<vr^W« ••'ff$\ - 5 X J - i* > ' * i "i<7; V ' PJP^|^^/^T *^. ^'» j HOM ITAt, HOU, ANANIAS Thunder, Saptember 1J, THE SAVINGS EVENT ALL SOUTH WEST ARKANSAS AWAITS SAVE! ^^ ^^ SAVE! DAYS 3 BIG DAYS-FRIDAY-SATURDAY-MONDAY-SEPTEMBER 19 20 22 CANNON 'ASH CLOTHS 15c value BARGAINS GALORE NNON TOWELS MEN'S TIES Good Quality $1,50 value ,. HANDKERCHIEFS Men's White 11 15c value I I FOR WORK SOX , Men's 29c value ,. PAIR LACE TRIM PANTIES Ladies — 69c value ., 36" PRINT Fast Color PAIR Big Chicken Feather PILLOWS $1.69 value only YARQS CRETONNE 69c Value YARDS ( LADIES BLOUSES $1.69 value Friday, Saturday and Monday ,.... Kids Training Panties 6 PAIR C 29c value DOUBLE BLANKETS 5% Wool, $5.50 value, For 3 Days Only SHOES Chlldren"s and Ladles' Now Arrivals , 3.98 2 98c GINGHAM and Chambrays For Three Days .. YARDS COTTON SLIPS Ladies $2.39 value. Wide Embroidery trim Large Double Cotton BLANKETS $3.95 value only .98 Mtn'i Hoynts NDERSHIRTS 69c value KHAKI SHIRTS , Man's Heavy weight. $2,69 value for OVERALLS Men's Vest Back Big Value Shirts MEN'S BLUE JEANS Stodge or Tuf-Nut $2.95 value for '.... WORK GLOVES Men's heavy leather palm gloves. $1.39 value far '. Mtn'i Broadcloth SHORTS $9c Value OVERALLS Boy's and Girls' Corduroy .- BROWN SHEETING 2 YARDS BROWN DOMESTIC | 4 YARDS... BROWN DOMESTIC Medium wide, " C 36 inch D YARDS CORDUROY . 17 Point Pinwale, $1.95 value for Yard LADIES PURSES $2.69 value. New for Fall 81 inch s , 69c value 40 Inch Heavy .. WORK SHOES Men's heavy worK shoes Composition soles ,.., NYLON TRIM SLIPS Special Purchase. $3.95 value Pair 98 C 81x99 SHEETS Typo 128 $2.69 value for CHILDREN'S DRESSES Nationally Advertised Brands COLORED SHEETS '*-'•'•• Mtii'i HIRTS 1 90x108, Field Crest. Regular $3.95 value for PILLOW CASES 42"x36",Typ»\28, 69c voluf Ladies Suits & Coats Special Purchase $22.50 Ladies Gabardine Suits and Coats Men's 98c Haynes SHORTS Gripper Boxer Pair ( OVER 200 DRESSES FOR To Select from, Values to $10.95 LADIES PANTIES 98c For 3 Days Z PAIR C HOSE-60 GAUGE Beautiful Sheer C RAYON GOWNS Lodies $1.69 vo!u« for:,.« C COTTON SACKS Wt have pknty ot Cotton Socki In Hock, i, 7 end 9 f«l. *U»H#.»yCh«mbr<, y SHIRTS Birds eye DIAPERS 27x27, First Quality 1.98 59c Value — Pastel Colors t> A K I M t N ! b T O R F CANNON TOWELS 2lor88c . BEDSPREADS Mr *" " s '"^ />f ( Plan Now to Attend the Annual Third District Livestock Show in Hope September 22-27 Scropbag By HAL. BOYLE NEW YORK I* — Uncle Sam's most neglected nephew today is the white collar man. : In the midst of a still booming national propserity that is either postwar or pre-war (or perhaps both) the fellow in the frayed White collar is getting mostly crumbs. He easts last. jfte is one of the largest classes ilP America, but who cares what i happens to him except himself? 'He is the forgotten man of poli- itics. A politician may wag his tail no get organized labor's vote, sit ;up and beg for the organized farm jvote, or wrap himself in the flag i to win the organized veterans' i vote. ' But how long has it been since you remember a statesman raring up in Congress and announc- Hope 53D YEAR: VOL. 53 — NO. 290 ttar of HftM !•»», Fran 1*27 C«nralMaf«4 J«i. II, Star WtATMt* ARKANSAS - Clear to cloudy this afternoon, tonight, Sat* urday slightly cooler ttmllht, Ih north, west this afternoon. Temperature* High 01 Low 64 Hon, A»tANSAS,n.iDAYEmMu»i»iM» "Well, boys, lot's roll out a big pork barrel and help that pore [iittle feller with the dirty white i collar"? Some how there is no i lobby in Washington for him, and i without a lobby to make noise for |him he doesn't get to dip much (gravy. It is said that statistics can be ;used to prove anything. But no one yet has come up with any Hope Expects DeQueen to Be Tough Hope gets its second football test of the current season tonight when the DeQuccn Leopards take to show the white collar ^an is doing as well as other scg laments of the population. The fig- 'urcs who that, in terms of income I'ire, he is falling behind. This has brought a decline in the ^prestige of the white collar class, f which formerly prided itself on the [fact that it rubbed up against wealth but now is learning to its vast sorrow that very little of that jwealth rubs off on it. The skilled worker a generation fco often disliked the white collar [man and regarded him as a snob. jNow he feels the gent with the pale throat harness is not only a snob — but a poor snob at that, and envies him not at all. He rather feels sorry for him. The social gulf that difference in attire once made between them has been more than wiped out by 'i the difference in pay, which now gsharpley favors the guy in the styl- 'sh blue overalls The plumber, the bricklayer, the | machinist used to be a renter and a lunchbox carrier. Today he owns his own home, his own car, and lunches in a restaurant whenever 'jthe mood seizes him. Who now jgoes to his job toting a cheese jsandwich and an apple in a paper jljbag? Thousands and thousands of white collar workers. And they go home to a small parlor, bedroom and kitchenette. Who can better, afford to take his missus out now and then for a little night clubbing? The guy in the overalls. But after he dolls up for the evening you can't tell him from a millionaire. The office clerk, bookkepper, or bank teller, however, not only lacks the folding green to pick up a night club tab. He has to stay home so his shirt is still clean enough to wear an other day. A cab driver I rode with the 'ther day summed up the prob- |jlem of the white collar worker: "I worked in an office for years and finally got up to $60 a week. But my wife and I and the kid were starving on that. Then I took to hacking. Now I get fresh air and feel healthier. I can get by on the job with a sports shirt and an old pair ot slacks. I work long- jer hours, but it's a bad week I [[don't bring home $85 or better. "I say to hell with white collar Jobs. I'd rather support my wife lithan a laundry." Wayne refusal Morse Quits like But Not .theGOP NEW YORK UP)— Sen. •Morse (R-Ore.) says his Ito campaign for Gen. Dwight D. rEisenhower for president does not [•mean he is bolting the GOP. I Morse, in his speech yesterday •before the AFL convention, was i! critical of Sen. Robert A. Taft of [Ohio —whom he termed a "sub- Istitute quarterback" leading the 70P "toward a defeat." Later, at a news conference, IMorse said he was "taking a stroll [,ES of now" but added: "I'm supporting him (Eisenhow- |er) as of now, to the extent [that I have expressed it [convention speech." One bolts a party when he campaigns for the opposition, Morse [said, and to "take .a walk" simply [means one does not campaign for [his own party candidates. On that same theme, in his AFL Bddress, Morse said: "The junior senator from Ore [gon never intends to walk out on in the the field in Hammons Stadium at 8 o'clock. It will be the first outing of the season for the visitors who have beaten the Bobcats two years in a row. This year's contest will South American Here Studying Farm Methods Enrique Rivarola of Tacnn, Peru South America, is spending this week with Hcmpstcad County Extension Service Agents. Mr. Rivarola is studying Extension educational techniques, methods, and program building procedures as used by county agents in the United States. Mr. Rivarola, 38, is a professional educational worker in Peru. He serves as a county agent and supervisor for four counties in southern Peru. His home area is one of no rain- SC ft PRICE Se COP* . cnes w, , „ .,. ,, - , . -- — , -----probably be more even than last fall . WI . lh ?" crops being produced year tor the visitors have lost by graduation a few of their fine players of the undefeated 1051 squad. Both teams are reported to be in good shape with the exception of Hope's regular quarterback, Hays, who probably won't see action at all. Hope will hold a slight weight advantage, according to figures released by both coaches —some eight pounds per man. However, a good portion of that weight is in the backfield where Hope's advantage is 11 pounds per man. As usual the Hope Band will per form at halftimc along with the visiting ba»d from DcQucen. Officials", for tonight's contest are Percy Sanders, Fletcher Harrison, Bill McClendon and Clell McClure. The lineups: Starting lineups: Hope J. Yocom .... E. Rothwell J. Jones LE . LT . LG J. Keck C DeQueen D. Park .... P. Stone B. Pcarce . J. Cox T - Doyle ............ RG ........ B. Phillips RT ........ Q. Taggart Taorb ^ Br uce RE "L. Luster S. Griffin QB L. Klliott Churchwell LH R. Morris £• ston e RH G. Thomas C. Arnold FB w. Crews KiwanisCalf Project Aids Club Youths In 1047 the Hope Kiwanis Club under the leadership of the agriculture committee, began what is known as the Jersey call project. Two registered Jersey heifers were purchased and given away to FFA and 4-H Club boys that year. One was awarded to James Hutson and the other to Walker Formby. The project has continued since that time with James Toner, a 4-H Club boy of Columbus, being awarded a heifer in 1948. Kenneth Dale Sinyard of Spring Hill and Burrel Joe Smittle of Patmos were both awarded a heifer in 1940. Then in 1950 one was awarded to Henry Bowden of the Hope FFA chapter. In 1951 two calves were awarded, one to Marshall Rowe Jr., of Washington, and one to Joe Mitchell England of the Shover Springs community. The boys receiving these heifers are required to have a pasture and barn sufficient to care for the calves. He must agree to breed this calf to a registered Jersey sire, to show the calf and its off- springs, if any. at the Livestock Show each year, keep a record and make a report in person to the donor of the calves annually.' He must keep the calf and donate the first female offspring back to the donor, after which time the donor has no further claim to the original animal or its offsprings. The first female offspring turned back to the Kiwanis Club will be given to other boys according to the rules set up by the club. There is one Jersey heUer to be awarded a 4-H or FFA boy eligible to participate in the drawing next Thursday afternoon. Sept. 25 at 1:30 o'clock. The Hempstead County Farm Agent and vocational agriculture teachers are requested to select not more than one boy from each 4-H Club or FFA chapter and have him on hand for the drawing. Any further information desired regarding the eligibility to receive one of these calves can be obtained by contacting E. R. Brown- of the Hope Kiwanis Club. The rules of taking care and showing thest by irrigation supplied to farms in narrow valleys along the rivers. After spending this wr/jk with County Agent Oliver L. Adams, Mr. Rivarola will go to Russell- villc and Fayctteville (or a similar period of time. He wll then spend a week each in New Mexico, California, and Puerto Rico. Powerful New Missiles Soon to Be Ready By HENBERT FOSTER WASHINGTON, (UP)— The guided missiles launched by the Navy against North Korean targets are model T versions compared with the sleek, powerful new model which soon will be ready, reliable sources said today. The new missiles, ncaring the production stage, would be "truly guided" aerial weapons, these experts said, and some of them would be capable of carrying atomic warheads. Scientists who have been work ing on development of push-button weapons tended to belittle the signi ficance of the navy's use of remotely controlled fighter pianos. Rear Adm. John H. Sides, director of the Navy's guided missiles division, called the attacks by the World W,ar II Grumman Hellcats, equipped..with radio controls and television eyes, "one of the very first tries at a primitive method of opeation." ' Sides indirectly cast some cold water on speculation that the unmanned planes plunging into Com munist targets ushered in a new era of push button warfare. As he pointed out at a news conference yesterday, the Navy has been using the obsolete Hellcats as pilotless, radio-controlled "drone" planes for several years as gunnery targets. About the only thing new was installation of a television camera so the control pilot, miles away in a guide plane, could see where the "Kamikaze" was going and direct it smack onto the target. Sides indicated, however, that television guidance of planes was a step ahead in clearing up the troublesome problem of pinpointing guided missiles on targets. But if the pilotless Hellcat is "primitive," Sides left no doubt that all the armed services are readying more up to date missiles to be used against ground or air targets. Sides said the U. S. guided missile program is "coming along nicely. showing promising re- Lincoln's republicanism. He only calves will be explained again on pleads with his party to return to j Thursday afternooa at the time I the republicanism of Lincoln. On Eisenhower's chances in No- jvember, Morse told newsmen: "as I Of now, I think he is ahead." Morse said he still probably will ! vote for Eisenhower. Hughen Wins Contest Award Calvin Hughen, butcher at Stu- Grocery Co. was awarded a and a $25 check Timrs- Viskia* Corp. for "£*• of the awarding. Keystone lodge Host to Meeting Last week Keystone Lodge No. 43, F&AM, observed Prince Hall Day along with eight other lodges of this section. Principal speakers were L. W. Williamson. A. Tate. and T. A. Hamilton. Purpose of the meeting was to raise funds to be given to the Polio Foundation. Lodges taking suits." While the Navy's missiles, at least, are not yet in full pro' duction, he said "many advanced types" are under development. Sides added 9 warning against underestimating Russia's capacity to produce guided missiles. Soviet scientists have the necessary scientists who developed the Nazi V-l and V-2 missiles during World War II. The Navy has announced devel opment of at least 11 guided missiles ol various typos since World War II. Some were strictly for research, and some, like the loon which was the American version of the German V-l buzz bomb, are now obsolete. Most would be armed with high explosives, as in artillery shells. Guided missile development is one of the military's tighest sec rets, but the Navy is known to have contracted for missile production at a $50,000,000 consolidated Vultee plant at Pomona, Cal., pnd another large plant at Bristol, Tenn. These, plants are under construction, and Sides indicated they have not yet started producing. Bands Galore, Floats, Riders and Novelties Lined Up for Livestock Show Parade Here Prescott Beauty Queen of Nevada County Fair Details of the parade line-up and individuals in charge of the groups were announced today by the Stock Show chairman, Frank Doug las. The parade will be divided into 9 groups for convenience In lining up of entries. Individuals in charge of the groups arc: Group 1, Frank Doug las and Guy Downing, Group 2, Buddy Evans and Ray Lawrence, Group 3. Bill Gentry, Group 4, Nnrman Moore and Clyde Coffee, Group 5. Ben McRac and Bill Wray. Group 6, Bill Rugglcs, and Group 7, Hollis Luck, Lloyd Kin- arti, Curtis Urrcy, and Tom Wordlow, Group 8, Hcndrix Spragglns and Claud Tillcry, Group 0, Pap Willis. The parade line-up is as follows: Group 1 will consist of: State Police, Southern State College Band, Color Guard, National Guard and Equipment. .Group 2 will consist of: Prescott Band, Parade Marshall Governor and Officals, Rodeo Pro duccr and Participants, City and County officials. Group 3 will consist of: Gurdon Band, Pets, Boy Scouts and Brownies. Group 4 will consist of: Nashville Band. Civic Floats, (white), Murfrccsboro Band, School Floats, (white). Group 5 will consist of: DeQueen Band, Commercial Flu ats. Group 6 will consist of: Yerger high band, floats, (civic and commercial) Group 7 will consist of: Hope Band, Out of town Round up Clubs, Hope Round-up club, Horses (Hempstead and Hope.) Group 8 will consist of: Hope Jr. Band (on float), Farm Implements, Industrial floats. Group 0 will consist of: Hope Fire Department, City St. Department. Miss Carolyn Tippett, IG-ycar- old Prescotl senior high schooll student, was crowned queen of the Nevada County Fair in ceremonies lust night. She competed for honors against Emma Lois Martin of Bodcnw, Nelda Dean Glass of Cale, Nell Ellis of Laneburg and Lorclta Bailey of Willisville The Parent Teacher's Association float took first prize In Wednesday's opening day parade, perhaps the most colorful ever held in the IB year affair. The float depicted the Old Woman In the Shoe. Second pri/.e went to the Pine Garden Club while the Rose Garden Club and Ouk Grove's float tied for third. Ike Defends Honesty Nixon; State Democrats Hope to Avert Discord Sparkman and Newsmen See Ike as Winner at This Stage By DOUGLAS B. CORNELL NEW YORK l/I'l — Newspaper editors and political writers over the country consider R c p u bllcan Dwight D. Eisenhower the probable winner over Democrat Adlai E. Stevenson — it the presidential election were run off today. But many newsmen who took Hate Drive Intensified in Russia BERLIN, (UP) — George F. Kennan, United States ambassador hate-America campaign of the to Moscow, said today that the Kremlin has become "serious." Western diplomats in the Soviet .Russian capital now live in "complete isolation," Kennan said on his arrival here on his way to at tend a United States diplomatic conference in London. Kennan warned the western world it can put no faith in statements by Russians that they de sire to improve relations until they halt their anti-American campaign Despite a formal protest he made, there has been no relaxation, he said. He told correspondents the Mo= cow atmosphere is "Icy cold." He said not even his servants or guides are permitted to talk to him except on business matters. No Russian on the streets will talk to him, he said. To increase the isolation of the diplomats, Kennan said, the Rus sians give "inaccurate" informa tion about the areas outside Mos cow they are permitted to visit. A diplomat will be led to believe that a certain area is not, in a re stricted zone only to go there and find he is barred. In this way, he said, the Russians apparently hope to keep diplomats from travelling outside Moscow without ordering them formally to stay in the city. Kennan for years has been America's No. 1 expert on Russia. He formulated the State De partrnent's policy of the "contain ment" of communism within its present limits. His appointment lo the Moscow post was an interna tional sensation. The Russians had made it no secret they hated him. Kennan presented his credentials in May, and since then has part in a nationwide survey undertaken by The Associated Press believe large numbers of voters haven't mode up their minds. They saj^U.tp too soon ,to tell who may hit tho wire first in Nbvertjber. • Where editors say they have spotted present trends toward the GOP, the reasons they men tlon most frequently are currents ol time-for-a-change sentiment anc Eisenhower's personal popularity In state after state, newsmen be Hove'the general will make a bet tcr showing in his -first bid for an elective office than GOP Nomine? Thomas E. Dewey did four years ago. The collective opinion of editors and correspondents, brought to gother from surveys that tappcc political sentiment at the grass loots in a great majority of the nation's counties, is that Eisenhow cr would be fairly sure of 15 slates with 153 electoral votes if the vote were taken now. They believe an additional 1! states are doubtful but would be inclined at this time to go Repub lican. If Eisenhower collected al their 142 votes, his total woulr reach 295-29 more than the 266 re quired to cinch the election. Newsmen believe that Stevenson at this point, could be reasonably certain of 12 states with 121 electoral votes and that he migh pick up three doubtful ones with 49 votes, That adds up to 170 votes — 00 short of the 260 murk. Half a dozen slates with Of voles are regarded by newsmen as the fence at this time. Even i Stevenson bagged all of those, he wouldn't have enough to win on newspaper scoreboards. So, as the editors see it, Steven son will have to smash away ir the few weeks remaining before the election at states that now look safe for Eisenhower and those tha appear to be wavering toward th< general. Estimates for New England com plete the national picture in the AP survey. The composite view ol "down East" editors is that the urea will go about the sainu as ir. 1948. Maine and Vermont are con Mrs. Ullie Francis Dies at Her Home Here Friday Mrs. LUlie Francis, aged 60, died at her home here Friday morning. She is survived by her husband, Henry Francis, two sons Ralph and Hapson Francis of Baton Rouge. La., two sisters. Mrs. Wul Rosenbaum of Murfreesboro and Mrs. R. L. Taylor of Hope, two brothers, j. H. and Charlie Hays of Hope. Funeral services will be held at 2:30_p.m. Saturday at Hope Go» &$ Rev- Mjc«t- • ' B«p — surveyed the'situation in the Red s ideredusur(! *>r Eisenhower, New capital as few other men could Harn P sh J rt! a » d Connecticut as tuum. i can i n g toward him. Massachu sells is appraised now as safely Democratic, as it was four years ago, while normally Dem ocratic Rhode Island is considered a question mark at this time. Eisenhower popularity and sentiment for a new hand at the helm run through numerous estimates ol | the outlook in New England, as Thad Collins, 72, Succumbs in a Hope Hospital Thad Collins, aged 72, a resident **.»«*v»*i. in for the rest of the coutry. daush But editors around the nation »'ho got out transits and rods and *<*..(• iur^ *«««*: * . w nu BUI- win viauaibo aim tuua auu SnHn* H?M M, B P"*?.*** 1 of sul . ve yed political trends in their Spring Hill, Mrs. Heeder ClemenU of Monroe, Ark., Mrs. Mavis Phillips of Great Bend, Kansas, tour sons, V. C., Harvey T. and E. E Collins of Oakland, Calif., C. R. Collins of Spring Hill, two sisters. Mrs. Bud Belts of Valiejo, Calif., Mrs. Cus Smith of Spring Hill, two brothers, Fred and Jess Collins of Spring Hill. Funeral services were to fo« held at (l <yj*r'T *;•>•;/£J$| .^<j>£$&Jff.JSSA own back yards, jotted down wide assortment of additional fac .ors they believe are influencing the campaign. They mention cor ruption, the Korean war "too mud Trumanism, "inflation and attend ant high taxes and high prices. In the Midwest, and to a lease extent in parts of tb« East and Far West, editors said their feel ing o| political puljws turned up McMath to Address Group By LEON HATCH LITTLE ROCK \IR The key- otcr of the Democratic State Con- cntion today declared thnt Unending election of pnrty gubcrnn orlal nominee Francis Ch o r r y 'marks the advent of a better day i Arkansas government." And, turning to Cherry's Rcpub lean, opponent In n prepared pcech, Wllllnm B, Howard, Jones- oro attorney, said that Jeff Speck. "openly admits that his ole reason for being a Republican to feed at the trough of patron- C and special favor." The address' of Howard, the condition's temporary . chairman, vns scheduled for shortly after he first session of the biennial two lay meeting opened at .Robinson \\iclitorlum at noon. Outgoing Gov. Sid McMath and Sen. John J. Spurkman of Ala mma, the Democratic vico presidential nominee, were to 'speak uter this afternoon. Local Teachers Study Saturdays at Henderson Four IlempMtead County 1 In-scr vice teachers nrc enrolled In Sat urdiiy residence classes at Mender .son State Teachers Collotto. Arka dolphin, this scmcatcr, according to Uolphus Whitten Jr., director of extension services, They are Mrs, Thomas Huys and Mrs. W. O. Uuetie, of Hope; Mrs. Martha Louise Klnm of Route 1, Hope, and Opu'l Howe ot Washing ton. for Saturday classes was held Sept. 13; however, those en roll ing on or before Sept. 20 may register lor full credit, Mr. Whitten stated. LITTLE ROCK Iff) — Arkansas' Democrats gathered in the capital city today for their biennial convention, and only a whisper of par- .y discord was hinted for the open ng session. Son. John Sparkman of Alabama the Democratic vlco presidential candidate, headed the HstJo flj or,s for opening' day. OutgoThg' Sid McMath an dthe man who defeated him for the party's gubernatorial nomination In this summer's prmiary, Judge Francis Cherry of Jonosboro, also were to speak. Barring unforseen developments, Cherry will have control of the con vtnlion, a privilege that goes with seing the nominee. Cherry so far ius made only one proposal for a rules change. This would Increase the size of the 35-mcmber State Committee by 18. All new members would bo women. Delegates are expected to approve without friction Cherrys rccommen dations for Committee officers, ,He ias chose his campaign manager, Leffol Gentry of Little .Rock, for chairman and another campaign worker, William P. (Bill) Bowen, a Littler Rock court reporter, for j'ecretary. Cherry has not announced his choice for vice chairman, a post reserved for women by party rules, but said he would do so before the convention meets. Cherry has voiced his support to the national Democratic ticket of Gov. Adlal Stevenson and Saprk- nian, and the convention ia expected to raitfy his views, A controversial proposal by the Monroe County delegation to amend Continued on I-age Two Stevenson Ignores the Incident By RELMAN MORIN SPRINGFIELD, Mass, W)-Cov Adlai Stevenson said today Pres> dent Truman deserves "the main credit for the vision and courage of our foreign policy." The Democratic presidential candidate, campaigning through New England, also peppered his He* publican political foes with a new storm of barbed witticisms. He tcld more than 8,000 people sed in front ot the city hall Springfield the OOP had no af. firmatlve campaign issues ant}' said; "To my considerable surprise hey are now saying the central Jisue of our time if humor." The governor has been accused of making the pa.mp«Jgn, as Gen. Dwight Elsenhower called it, "» laughing matter," "I think Uw Republicans must bave interfered with our meeting," he said and he suggested the M* sipn be moved ioiWe the city auditorium. Many Believe Act Political Setback By The Associated Pr«M General Elsenhower has defend- cd the Republican Vice Preildeo* Iftl candidate, Richard Nixon, aa nn "Honest" man.' The General's stutcmont oamo din-Ins the fUroro over Nlxon'a acccplHnco ot money from an unofficial expense accounts set up by some California bu8lnos»« Carman Child Token to Polio CiiittfP* , Byrnes to Vote for Ike, Many May Follow COLUMBIA. S. C. MPI — Gov James F. Byrnes has ca.it aw a Democratic party affiliation reaching back for more than ha a century and announced he will support Gen. Dwight D. Elac'nhow er for president. , . The governor, who sorvcd'ln nil three branches of the federal gov- eminent, .made his dramatic am nounccmcnt at a' news conference yesterday. * •••• '••' He said the most Important fnctor in hln decision to vote Re publican was . that he believes Elsenhower the man best quail- fled to "clean up tho miss In Washington" and keep the country out of another world war. "I shall plucn loyalty • to my country ubove loyally to a poiltl cal party," ho declared, "and I shall vote for Gen. Dwight D. El- senhower." Stato Democratic campaign headquarters hc^o promptly charged that Byrnes ''has turned hlE buck on and deserted" South Carolina Democrats. The announcement was expected •to carry considerable weight with Continued on' Pago Two Sportsmen Invited to Exhibition "The Sedgefiulds Story," a color sound motion picture, will be shown to sportsmen and others interested in dogs and hunting, at a meeting to be held at the City Hall, Tuesday, Sept, 30, it was announced by Lynn Franks, manager of the Feeder Supply Co. The movie, featuring Clyde Morton, only dog handler and trainer to win the National Field Trial Championship nine times with dons he hus trained, and "Paladin," which won the Championship in 1831 and 1952, was a year and u hall In the making, Portions of the film are devoted to training and handling techniques demonstrated by Morton, while many field trial scenes show the dogs in action, particularly "Palu- din" in winning the 1952 championship, The 30 minute film wag produced by the Ralston Purina Company and in being shown lor the first time in this area at this sportsmen's meeting. Invitations have been sent to many hunters and dog owners,! Mr. Franks stated, and singe the meeting is open to the public, any one interested in seeing this feature IUm should come down to the City Hall, Tuesday night Jn tinv lor the show which will start prom 9V 8 o'clock, men. The General's statement oonttn* es, In part, "There has 1 recently bcon leveled against him a charga ot unethical practices, 1 bcllevo Dick Nixon to be an honest man. I urn confident ho will place all tho facts before tho American poo pic fairly and squarely." And tho General snys that at the earliest opportunity he plans to talk with Senator Nixon by telephone, However, many of General EUson hower'B advisors believe the OOP candidate's campaign has rccclv. cd a serious political setback with the disclosure that Nixon accepted $10,000 tor expenses from wealthy supporters In California, Eisenhower la campaigning throu gh Nebraska and Missouri today with a major qpeoch tonight (at 10 Aftpcioted Pren Stott Chief Htm Ctem BroMier ol Wttle of the Associated, Press _ lei Arkansas, w»* « .U9J p.m.—over NBC Radio) at Kansas City, where he's expected to attack corruption in government. Nixon has .called tho Democratic m charge that ho.was morally wrong '' r *W wing srneap,, "Earlier, Nixi Mitchell: "Why doesn't ho ask:'Spademan « (Sen. John Sparknnn of Alabama, < Democratic vlco presidential nomi' ness) ;to reoign because his wlfo Is on the' government" payroll?;' Sparkman, campaigning in Talla- ,. huasoo, Flo,, retorted that there ia >'. nothing eub rosa about bin; wifo * working for the government." <,. t "Mrs. Sparkman has assisted me In tho, off ice for nearly 10 years and Me has given me'ex- celled nerylet,',' ,he> added: ^ j >•. Answering u reporter'u question. ,, Nixon said ho had not reported the, $16,000 for u jnicomo tax purples J»,' <. cause "I 4o not consider 'It-liv \come," He^dld. not get the ' J - l peraonally «.'w«sl disburse* byV' comoiittee, tho, candidate added, ' '. In Pasadena, Smith said tho.ro. /, Ehould be no question about In come taxes'on the expense fundv' ' J Ho said he,handled all the money, ' and that as far »» Nixon was* concerned "the funds would bo either glftfl or expense p»yment»." ' ,' „. Smith said he and 90 to 1QO pthep/- |1 southern 'CsltfornUns raised' "-'-' ' * fund "because we felt that, was an outstanding opokesmln tho Senate for the free yynlerri we believe in," He said that he could ''not. lease namp« of ill qontribi Continued op Page Two* Living Costs Up for Third i " LJT oW tan Mrf.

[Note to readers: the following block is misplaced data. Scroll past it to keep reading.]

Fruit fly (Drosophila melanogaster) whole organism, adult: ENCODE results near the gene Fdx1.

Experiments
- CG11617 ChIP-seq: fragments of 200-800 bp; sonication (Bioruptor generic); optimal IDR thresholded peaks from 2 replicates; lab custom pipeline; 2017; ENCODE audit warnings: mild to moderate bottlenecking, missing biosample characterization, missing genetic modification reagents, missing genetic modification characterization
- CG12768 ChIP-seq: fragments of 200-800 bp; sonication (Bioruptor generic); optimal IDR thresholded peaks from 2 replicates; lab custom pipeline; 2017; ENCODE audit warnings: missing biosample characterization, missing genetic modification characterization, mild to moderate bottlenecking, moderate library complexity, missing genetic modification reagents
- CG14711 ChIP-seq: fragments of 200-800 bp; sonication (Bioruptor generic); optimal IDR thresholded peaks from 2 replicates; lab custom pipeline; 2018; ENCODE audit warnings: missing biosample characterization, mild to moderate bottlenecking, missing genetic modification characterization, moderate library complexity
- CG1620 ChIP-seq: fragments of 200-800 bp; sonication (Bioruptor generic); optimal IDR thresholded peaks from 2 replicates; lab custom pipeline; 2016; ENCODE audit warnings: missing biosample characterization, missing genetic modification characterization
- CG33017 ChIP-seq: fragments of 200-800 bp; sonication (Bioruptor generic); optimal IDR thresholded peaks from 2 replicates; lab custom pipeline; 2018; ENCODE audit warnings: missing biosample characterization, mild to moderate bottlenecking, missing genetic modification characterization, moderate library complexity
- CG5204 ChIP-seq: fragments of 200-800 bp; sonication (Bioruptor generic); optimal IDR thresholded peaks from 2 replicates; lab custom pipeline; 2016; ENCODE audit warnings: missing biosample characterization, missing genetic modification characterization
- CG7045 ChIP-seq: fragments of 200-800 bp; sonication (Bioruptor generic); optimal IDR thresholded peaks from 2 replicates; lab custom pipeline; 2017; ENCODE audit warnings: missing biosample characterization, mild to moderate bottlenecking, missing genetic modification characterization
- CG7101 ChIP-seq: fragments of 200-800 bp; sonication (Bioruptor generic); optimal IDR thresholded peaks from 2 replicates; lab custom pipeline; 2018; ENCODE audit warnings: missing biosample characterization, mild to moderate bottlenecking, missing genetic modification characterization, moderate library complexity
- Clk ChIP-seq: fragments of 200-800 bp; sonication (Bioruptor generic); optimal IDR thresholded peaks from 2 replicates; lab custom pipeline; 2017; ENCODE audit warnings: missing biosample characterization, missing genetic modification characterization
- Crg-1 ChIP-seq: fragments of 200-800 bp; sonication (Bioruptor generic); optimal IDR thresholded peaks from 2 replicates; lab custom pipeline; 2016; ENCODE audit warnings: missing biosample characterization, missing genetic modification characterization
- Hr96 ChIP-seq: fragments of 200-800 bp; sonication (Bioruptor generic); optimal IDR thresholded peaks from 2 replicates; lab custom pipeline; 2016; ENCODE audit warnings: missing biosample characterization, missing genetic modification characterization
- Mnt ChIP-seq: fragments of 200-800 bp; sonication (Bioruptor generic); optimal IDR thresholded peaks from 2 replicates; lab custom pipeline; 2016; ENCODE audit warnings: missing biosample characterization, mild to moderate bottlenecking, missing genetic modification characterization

What members have found on this page

Get access to Newspapers.com

  • The largest online newspaper archive
  • 11,200+ newspapers from the 1700s–2000s
  • Millions of additional pages added every month

Try it free